Giaccio v. Pennsylvania

PETITIONER: Giaccio
RESPONDENT: Pennsylvania
LOCATION: General Petroleum Corporation

DOCKET NO.: 47
DECIDED BY: Warren Court (1965-1967)
LOWER COURT:

CITATION: 382 US 399 (1966)
ARGUED: Dec 06, 1965
DECIDED: Jan 19, 1966

Facts of the case

Question

Media for Giaccio v. Pennsylvania

Audio Transcription for Oral Argument - December 06, 1965 in Giaccio v. Pennsylvania

Earl Warren:

Number 47, J. Giaccio, Appellant, versus Pennsylvania.

Peter Hearn:

Mr. Chief Justice, and may it please the Court.

Earl Warren:

Mr. Hearn.

Peter Hearn:

Thank you sir.

This appeal from the Supreme Court of Pennsylvania challenges the constitutionality of a Pennsylvania statute which provides that when a defendant is acquitted of a misdemeanor, the jury may, nevertheless, impose court costs upon him enforceable by commitment to jail.

In this case, following defendant's acquittal, the costs were assessed upon him. He thereupon filed a motion for relief of costs which was granted by the trial court because it held the act was unconstitutional in that it was void for vagueness and that it violated certain procedural due process protections.

The statute --

William J. Brennan, Jr.:

How much were the costs?

Peter Hearn:

$230.95 sir.

On appeal to the Pennsylvania Superior Court, this result was reversed and the Pennsylvania Supreme Court affirmed the reversal, and on May 24th this Court noted its probable jurisdiction.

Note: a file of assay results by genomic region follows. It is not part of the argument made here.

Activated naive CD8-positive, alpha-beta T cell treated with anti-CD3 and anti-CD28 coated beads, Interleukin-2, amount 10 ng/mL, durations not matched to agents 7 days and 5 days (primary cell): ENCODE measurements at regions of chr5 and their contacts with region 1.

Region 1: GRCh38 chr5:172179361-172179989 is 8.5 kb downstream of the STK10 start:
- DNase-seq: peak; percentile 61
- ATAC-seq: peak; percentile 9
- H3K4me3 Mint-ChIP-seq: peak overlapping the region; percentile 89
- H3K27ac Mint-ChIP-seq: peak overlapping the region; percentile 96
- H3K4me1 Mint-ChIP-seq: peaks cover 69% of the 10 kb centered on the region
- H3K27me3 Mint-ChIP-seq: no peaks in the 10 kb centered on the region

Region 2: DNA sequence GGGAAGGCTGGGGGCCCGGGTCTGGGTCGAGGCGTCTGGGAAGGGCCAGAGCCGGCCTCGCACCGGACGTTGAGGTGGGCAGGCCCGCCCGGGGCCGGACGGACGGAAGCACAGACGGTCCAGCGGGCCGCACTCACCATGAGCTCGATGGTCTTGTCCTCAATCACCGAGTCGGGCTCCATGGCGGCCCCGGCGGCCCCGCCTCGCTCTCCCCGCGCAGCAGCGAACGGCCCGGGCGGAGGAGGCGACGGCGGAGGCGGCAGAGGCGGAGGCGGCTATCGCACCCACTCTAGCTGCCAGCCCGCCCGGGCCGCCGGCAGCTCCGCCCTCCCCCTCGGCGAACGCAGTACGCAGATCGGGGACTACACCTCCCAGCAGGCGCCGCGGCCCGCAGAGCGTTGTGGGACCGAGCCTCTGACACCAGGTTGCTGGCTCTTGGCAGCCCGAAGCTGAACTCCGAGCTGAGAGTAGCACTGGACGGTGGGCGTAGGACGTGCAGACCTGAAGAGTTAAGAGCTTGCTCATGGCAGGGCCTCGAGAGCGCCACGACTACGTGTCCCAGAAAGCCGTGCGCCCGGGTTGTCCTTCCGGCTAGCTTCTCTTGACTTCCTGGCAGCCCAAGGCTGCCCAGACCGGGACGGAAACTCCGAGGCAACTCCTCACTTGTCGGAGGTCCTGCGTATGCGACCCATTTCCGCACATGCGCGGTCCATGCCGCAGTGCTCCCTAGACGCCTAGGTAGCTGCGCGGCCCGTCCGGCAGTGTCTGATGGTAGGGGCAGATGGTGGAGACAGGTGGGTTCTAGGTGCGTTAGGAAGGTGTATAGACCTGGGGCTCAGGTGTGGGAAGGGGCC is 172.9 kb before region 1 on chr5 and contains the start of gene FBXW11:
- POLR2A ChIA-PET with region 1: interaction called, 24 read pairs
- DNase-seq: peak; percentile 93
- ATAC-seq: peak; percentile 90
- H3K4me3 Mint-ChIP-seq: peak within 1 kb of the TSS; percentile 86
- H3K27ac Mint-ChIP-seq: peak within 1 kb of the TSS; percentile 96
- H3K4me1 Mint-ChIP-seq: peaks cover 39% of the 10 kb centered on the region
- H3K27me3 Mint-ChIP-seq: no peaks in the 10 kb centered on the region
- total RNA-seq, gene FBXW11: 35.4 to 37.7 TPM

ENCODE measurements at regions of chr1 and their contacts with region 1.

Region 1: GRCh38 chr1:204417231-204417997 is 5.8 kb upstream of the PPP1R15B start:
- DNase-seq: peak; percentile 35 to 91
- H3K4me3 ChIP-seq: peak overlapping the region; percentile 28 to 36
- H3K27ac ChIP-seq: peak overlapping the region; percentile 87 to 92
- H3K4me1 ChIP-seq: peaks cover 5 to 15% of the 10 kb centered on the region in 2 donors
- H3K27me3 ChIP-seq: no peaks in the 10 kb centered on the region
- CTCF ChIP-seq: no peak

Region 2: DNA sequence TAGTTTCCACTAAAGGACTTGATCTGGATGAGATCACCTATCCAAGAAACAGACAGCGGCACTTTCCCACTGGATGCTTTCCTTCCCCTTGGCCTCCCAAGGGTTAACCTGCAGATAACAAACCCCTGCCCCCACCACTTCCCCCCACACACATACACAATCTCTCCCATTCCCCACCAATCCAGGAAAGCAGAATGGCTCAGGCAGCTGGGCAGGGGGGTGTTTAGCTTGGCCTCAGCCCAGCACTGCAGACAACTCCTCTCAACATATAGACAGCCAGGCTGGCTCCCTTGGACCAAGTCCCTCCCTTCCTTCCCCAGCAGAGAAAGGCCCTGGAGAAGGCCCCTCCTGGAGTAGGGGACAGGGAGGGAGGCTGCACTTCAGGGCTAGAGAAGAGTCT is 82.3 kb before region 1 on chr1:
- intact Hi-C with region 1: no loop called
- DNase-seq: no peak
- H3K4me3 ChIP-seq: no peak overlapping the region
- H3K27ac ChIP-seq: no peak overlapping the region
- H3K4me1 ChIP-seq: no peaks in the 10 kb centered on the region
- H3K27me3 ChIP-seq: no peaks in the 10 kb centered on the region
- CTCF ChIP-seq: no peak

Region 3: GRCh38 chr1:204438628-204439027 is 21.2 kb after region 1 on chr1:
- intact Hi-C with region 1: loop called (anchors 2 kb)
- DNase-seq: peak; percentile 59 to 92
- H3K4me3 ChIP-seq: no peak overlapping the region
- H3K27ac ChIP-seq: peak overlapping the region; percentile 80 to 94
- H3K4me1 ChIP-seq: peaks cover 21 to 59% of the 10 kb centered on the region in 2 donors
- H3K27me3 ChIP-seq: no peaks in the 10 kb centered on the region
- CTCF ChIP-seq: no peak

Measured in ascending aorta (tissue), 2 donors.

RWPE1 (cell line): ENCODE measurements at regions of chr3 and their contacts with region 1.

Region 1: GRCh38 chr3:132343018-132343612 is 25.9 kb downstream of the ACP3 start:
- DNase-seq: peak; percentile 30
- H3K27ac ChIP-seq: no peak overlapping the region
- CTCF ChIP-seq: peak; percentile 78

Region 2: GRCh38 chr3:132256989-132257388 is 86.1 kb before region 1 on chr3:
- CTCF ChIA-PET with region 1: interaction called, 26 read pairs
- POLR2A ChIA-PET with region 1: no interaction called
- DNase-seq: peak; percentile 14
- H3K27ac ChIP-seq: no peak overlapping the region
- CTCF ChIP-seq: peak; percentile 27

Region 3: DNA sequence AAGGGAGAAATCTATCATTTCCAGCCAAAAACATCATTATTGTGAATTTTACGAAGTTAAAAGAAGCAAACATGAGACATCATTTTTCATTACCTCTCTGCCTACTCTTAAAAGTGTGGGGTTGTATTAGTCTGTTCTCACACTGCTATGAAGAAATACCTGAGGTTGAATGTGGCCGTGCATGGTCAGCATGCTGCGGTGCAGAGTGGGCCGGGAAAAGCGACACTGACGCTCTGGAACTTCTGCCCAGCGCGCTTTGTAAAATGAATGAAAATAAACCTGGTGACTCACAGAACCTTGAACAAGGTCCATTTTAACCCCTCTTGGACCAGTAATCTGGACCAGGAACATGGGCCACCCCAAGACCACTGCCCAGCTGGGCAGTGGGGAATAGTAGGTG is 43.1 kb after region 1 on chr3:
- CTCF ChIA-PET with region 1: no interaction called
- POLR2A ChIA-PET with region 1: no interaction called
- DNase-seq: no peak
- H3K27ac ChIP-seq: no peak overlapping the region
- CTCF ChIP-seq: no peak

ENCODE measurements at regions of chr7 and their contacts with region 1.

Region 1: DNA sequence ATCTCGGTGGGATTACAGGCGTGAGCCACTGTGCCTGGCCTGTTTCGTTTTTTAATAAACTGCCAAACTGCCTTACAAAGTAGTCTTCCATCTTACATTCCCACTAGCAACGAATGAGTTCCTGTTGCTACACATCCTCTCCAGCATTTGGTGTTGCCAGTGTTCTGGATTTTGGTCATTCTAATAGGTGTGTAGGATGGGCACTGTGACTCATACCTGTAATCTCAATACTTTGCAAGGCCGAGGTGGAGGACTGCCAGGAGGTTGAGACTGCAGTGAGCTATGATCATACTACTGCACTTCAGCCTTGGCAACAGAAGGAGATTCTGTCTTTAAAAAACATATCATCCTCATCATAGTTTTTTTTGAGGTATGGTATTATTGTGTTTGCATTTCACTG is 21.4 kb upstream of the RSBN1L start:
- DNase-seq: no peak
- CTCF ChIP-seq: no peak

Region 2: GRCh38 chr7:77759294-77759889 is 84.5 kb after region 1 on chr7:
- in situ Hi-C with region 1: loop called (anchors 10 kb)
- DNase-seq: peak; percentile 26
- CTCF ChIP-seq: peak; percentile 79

William J. Brennan, Jr.:

What does this cost cover?

Peter Hearn:

Most sir, were witness fees.

I believe about a $180 per witness fees.

There were some -- for the Constable, some for the Justice of the Peace, and I believe that took care of just about --

William J. Brennan, Jr.:

There's no transcript cost?

Peter Hearn:

No, sir, there is not.

William J. Brennan, Jr.:

No ordinarily is that the case?

Peter Hearn:

Well sir, I cannot speak from personal experience as to whether that is or is not as a matter of custom in other cases included.

Earl Warren:

When justice of peace received a part of his salary from the fees of this kind?

Peter Hearn:

Well, sir, I know that in Philadelphia County, he does not from which I come, but in Chester County from which this case comes, I believe he does but I'm not certain.

Earl Warren:

I see.

Peter Hearn:

The statute itself contains no standard whatsoever on its face.

It merely provides that the jury may impose costs upon an acquitted defendant.

If the jury does, the court and to use the statutory language, “shall forth with pass sentence to that effect and order him to be committed to the jail of the county until the costs are paid, unless he gives security.”

William J. Brennan, Jr.:

How old is this case?

Peter Hearn:

The particular statute was enacted in 1860.

However, its predecessor was -- which was exactly the same in statutory language was enacted in 1804.

Therefore, on its face, the statute provides no standard which restricts in any manner the uncontrolled and arbitrary discretion of the jury in its practice.

Furthermore, the decisions have not removed this unconstitutional vagueness and I submit that the jury charge in this particular case was typical of jury charges in Pennsylvania and was in-line with the Pennsylvania authorities which attempted to construe this act.

In this case, the jury was charged where defendant is found not guilty of a misdemeanor, but the jury finds that he is been guilty of some misconduct less than the offense which is charged, but nevertheless, misconduct of some kind as a result of which, he should be required to pay some penalty short of conviction.